I skate to where the puck is going to be, not where it has been
Last week, I was back at the sprawling CES (formerly known as the Consumer Electronics Show) in Las Vegas. I go every year, although I missed the last two years due to the pandemic.
CES has always been gracious enough to extend a media pass to me, even though I write more about legal tech than consumer tech. CES goes out of its way to accommodate the media. Nice media rooms close to most of the sessions and exhibit halls. Lunch every day. Lots of background material to make our jobs easier, not harder. It’s nice to feel welcomed for a change.
CES is the preeminent consumer electronics show in the world. Put on by the Consumer Technology Association, this year’s Show reportedly drew over 100,000 people. Some 2200 companies exhibited their wares. It includes big names like Samsung, LG, Panasonic, BMW, and Sony. And countless others crammed into the Las Vegas Convention Center and several hotel convention centers.
One of my favorite attractions, though, is something called Eureka Park. Eureka Park is housed in the basement of the Venetian Expo convention center. It is where all the start-ups and entrepreneurs are housed. You can see anything and everything there.
This year’s Show gave every appearance of being back to the full throttle pre-pandemic version. Packed hallways. Full conference rooms. Buses and the Las Vegas monorail filled to capacity. Masks? Few and far between.
As an aside, traditional lore pre-pandemic was that most of those who attend come home with some sort of viral crud. I haven’t heard anything about this year, but I have my fingers crossed that I remain well.
Like many others, my experience is that a lot of what is displayed at CES is pie in the sky products that never quite come to fruition. And almost none of the products displayed have much legal utility, at least on their face.
Why do I, as a lawyer and legal tech blogger bother going?
I would hazard to guess that I am one of the few legal tech journalists that regularly attend CES. (This is my 6th time). So why do I, as a lawyer and legal tech blogger bother going?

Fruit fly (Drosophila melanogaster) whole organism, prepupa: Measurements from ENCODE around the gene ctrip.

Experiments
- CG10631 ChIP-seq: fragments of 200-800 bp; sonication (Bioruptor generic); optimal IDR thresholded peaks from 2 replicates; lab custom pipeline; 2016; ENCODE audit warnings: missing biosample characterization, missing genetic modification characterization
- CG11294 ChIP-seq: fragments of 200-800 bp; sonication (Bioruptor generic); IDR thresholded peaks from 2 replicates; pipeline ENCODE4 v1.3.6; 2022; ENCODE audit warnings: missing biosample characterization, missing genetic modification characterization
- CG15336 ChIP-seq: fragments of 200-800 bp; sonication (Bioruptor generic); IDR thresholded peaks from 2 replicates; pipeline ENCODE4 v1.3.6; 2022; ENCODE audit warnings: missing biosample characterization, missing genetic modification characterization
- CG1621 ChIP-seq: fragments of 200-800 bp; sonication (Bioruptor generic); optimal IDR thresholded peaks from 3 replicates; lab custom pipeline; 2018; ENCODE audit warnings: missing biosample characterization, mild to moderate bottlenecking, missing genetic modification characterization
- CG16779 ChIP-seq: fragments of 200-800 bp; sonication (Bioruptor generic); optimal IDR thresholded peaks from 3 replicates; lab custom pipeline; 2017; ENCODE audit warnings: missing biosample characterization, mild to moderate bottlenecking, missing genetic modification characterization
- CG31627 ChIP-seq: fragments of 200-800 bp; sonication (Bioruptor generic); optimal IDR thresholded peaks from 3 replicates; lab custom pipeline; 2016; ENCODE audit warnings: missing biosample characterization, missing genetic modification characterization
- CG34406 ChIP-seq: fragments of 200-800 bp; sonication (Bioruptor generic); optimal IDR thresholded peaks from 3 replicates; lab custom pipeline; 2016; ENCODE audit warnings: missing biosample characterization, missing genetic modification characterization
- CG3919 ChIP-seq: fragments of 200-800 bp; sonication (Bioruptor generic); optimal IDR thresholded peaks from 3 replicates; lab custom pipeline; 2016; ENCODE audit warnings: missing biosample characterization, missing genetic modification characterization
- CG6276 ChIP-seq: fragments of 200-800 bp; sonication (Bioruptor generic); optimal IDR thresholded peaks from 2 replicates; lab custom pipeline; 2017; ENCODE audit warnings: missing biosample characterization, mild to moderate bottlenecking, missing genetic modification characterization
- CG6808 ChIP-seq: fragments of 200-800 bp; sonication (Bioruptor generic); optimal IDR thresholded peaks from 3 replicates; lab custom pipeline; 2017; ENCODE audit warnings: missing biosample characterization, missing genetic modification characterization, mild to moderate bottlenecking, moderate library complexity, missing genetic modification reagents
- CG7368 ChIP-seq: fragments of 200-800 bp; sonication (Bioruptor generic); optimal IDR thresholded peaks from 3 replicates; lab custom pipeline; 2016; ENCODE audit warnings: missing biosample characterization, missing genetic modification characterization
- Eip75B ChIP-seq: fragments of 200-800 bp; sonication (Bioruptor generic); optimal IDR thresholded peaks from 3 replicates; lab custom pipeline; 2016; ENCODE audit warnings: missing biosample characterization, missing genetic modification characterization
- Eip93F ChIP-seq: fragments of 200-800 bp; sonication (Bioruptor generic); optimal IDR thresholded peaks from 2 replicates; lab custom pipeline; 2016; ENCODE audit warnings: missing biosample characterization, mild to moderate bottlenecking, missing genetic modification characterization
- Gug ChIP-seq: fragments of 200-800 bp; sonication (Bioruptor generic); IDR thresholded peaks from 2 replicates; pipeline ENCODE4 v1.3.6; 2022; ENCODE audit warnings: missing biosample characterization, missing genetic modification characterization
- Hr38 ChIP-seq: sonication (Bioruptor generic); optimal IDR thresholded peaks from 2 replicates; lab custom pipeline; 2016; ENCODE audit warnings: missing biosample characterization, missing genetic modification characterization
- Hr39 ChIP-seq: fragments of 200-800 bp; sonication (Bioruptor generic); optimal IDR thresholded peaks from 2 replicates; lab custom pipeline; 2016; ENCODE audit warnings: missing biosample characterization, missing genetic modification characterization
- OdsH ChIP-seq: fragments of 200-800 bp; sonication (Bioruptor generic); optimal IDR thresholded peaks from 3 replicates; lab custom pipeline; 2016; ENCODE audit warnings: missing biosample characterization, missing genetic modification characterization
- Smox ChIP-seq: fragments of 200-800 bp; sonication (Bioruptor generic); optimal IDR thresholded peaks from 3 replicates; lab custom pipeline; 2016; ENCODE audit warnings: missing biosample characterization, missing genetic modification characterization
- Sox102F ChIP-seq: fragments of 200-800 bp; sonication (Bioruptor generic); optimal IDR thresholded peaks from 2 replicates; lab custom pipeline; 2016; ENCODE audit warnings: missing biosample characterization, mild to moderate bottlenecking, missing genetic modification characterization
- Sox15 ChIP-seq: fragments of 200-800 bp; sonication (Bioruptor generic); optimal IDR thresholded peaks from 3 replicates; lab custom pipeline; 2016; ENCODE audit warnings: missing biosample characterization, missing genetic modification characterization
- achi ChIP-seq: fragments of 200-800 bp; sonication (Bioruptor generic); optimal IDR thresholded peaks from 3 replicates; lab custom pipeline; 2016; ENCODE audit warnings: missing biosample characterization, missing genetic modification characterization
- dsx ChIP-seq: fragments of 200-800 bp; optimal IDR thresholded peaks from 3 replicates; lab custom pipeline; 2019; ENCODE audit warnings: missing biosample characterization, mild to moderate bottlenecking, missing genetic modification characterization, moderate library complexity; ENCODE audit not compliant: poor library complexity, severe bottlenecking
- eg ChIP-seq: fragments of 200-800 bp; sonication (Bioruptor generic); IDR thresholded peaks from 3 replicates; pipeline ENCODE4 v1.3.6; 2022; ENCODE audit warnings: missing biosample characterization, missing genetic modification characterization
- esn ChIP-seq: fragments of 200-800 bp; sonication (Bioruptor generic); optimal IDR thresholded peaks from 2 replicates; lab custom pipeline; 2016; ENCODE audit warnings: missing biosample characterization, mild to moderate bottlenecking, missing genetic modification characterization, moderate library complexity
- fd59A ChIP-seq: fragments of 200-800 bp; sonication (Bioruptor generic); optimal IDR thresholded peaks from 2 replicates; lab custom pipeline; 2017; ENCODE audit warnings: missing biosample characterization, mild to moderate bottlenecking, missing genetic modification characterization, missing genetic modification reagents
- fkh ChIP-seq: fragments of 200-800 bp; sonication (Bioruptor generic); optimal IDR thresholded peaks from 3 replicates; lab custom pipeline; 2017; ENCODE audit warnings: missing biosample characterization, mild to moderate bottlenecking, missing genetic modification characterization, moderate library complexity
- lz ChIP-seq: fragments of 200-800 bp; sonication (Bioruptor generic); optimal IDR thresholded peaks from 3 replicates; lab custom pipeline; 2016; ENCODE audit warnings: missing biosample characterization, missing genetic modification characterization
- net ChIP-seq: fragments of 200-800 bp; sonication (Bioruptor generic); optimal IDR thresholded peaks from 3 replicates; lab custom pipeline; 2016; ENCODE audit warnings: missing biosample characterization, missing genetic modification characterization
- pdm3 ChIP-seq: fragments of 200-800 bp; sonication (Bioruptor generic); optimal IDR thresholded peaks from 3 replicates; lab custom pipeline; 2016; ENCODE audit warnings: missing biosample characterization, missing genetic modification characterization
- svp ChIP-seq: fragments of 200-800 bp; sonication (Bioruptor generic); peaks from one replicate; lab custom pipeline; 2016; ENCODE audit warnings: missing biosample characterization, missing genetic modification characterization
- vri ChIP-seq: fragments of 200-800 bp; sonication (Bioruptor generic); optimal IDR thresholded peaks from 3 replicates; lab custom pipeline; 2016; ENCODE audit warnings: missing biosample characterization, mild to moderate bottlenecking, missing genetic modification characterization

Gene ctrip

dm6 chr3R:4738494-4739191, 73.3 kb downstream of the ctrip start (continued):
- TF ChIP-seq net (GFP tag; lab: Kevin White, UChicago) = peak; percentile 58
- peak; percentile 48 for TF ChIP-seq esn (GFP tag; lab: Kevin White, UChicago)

I want to get a feel for the future of consumer tech. While the quote about skating where the puck is going instead of where it’s been has become somewhat trite, it may apply here. I like to see what the tech industry thinks may be possible or soon be possible. Indeed, CES has historically displayed tech that, albeit in different forms, later finds its way into the mainstream. Smartphones, for example. Robotics. Artificial intelligence.
And often, that same tech ultimately gains a foothold in legal. Things like legal research and e-discovery searches that can be done in natural language. These programs are more like Google searches and less Boolean. The legal profession is often years behind consumer tech when it comes to adoption. So it’s good to get some notion of what is possible—now and in the future.
In that vein, I could talk about all the cool new stuff I saw. From cool new TVs. To self-driving and even flying cars. To new digital health devices. To baby carriages that walk themselves. To ovens that turn themselves on, cook your food, turn themselves off when the food is done and then tell you about it. To AI tools, the developers of which say can detect bias in algorithms used for other determinations. (ok, that one may have a clear relevance to legal).
But more importantly, CES helps me see tech trends that all the new products evidence. And the Show often makes me think about how consumer tech trends may ultimately impact legal.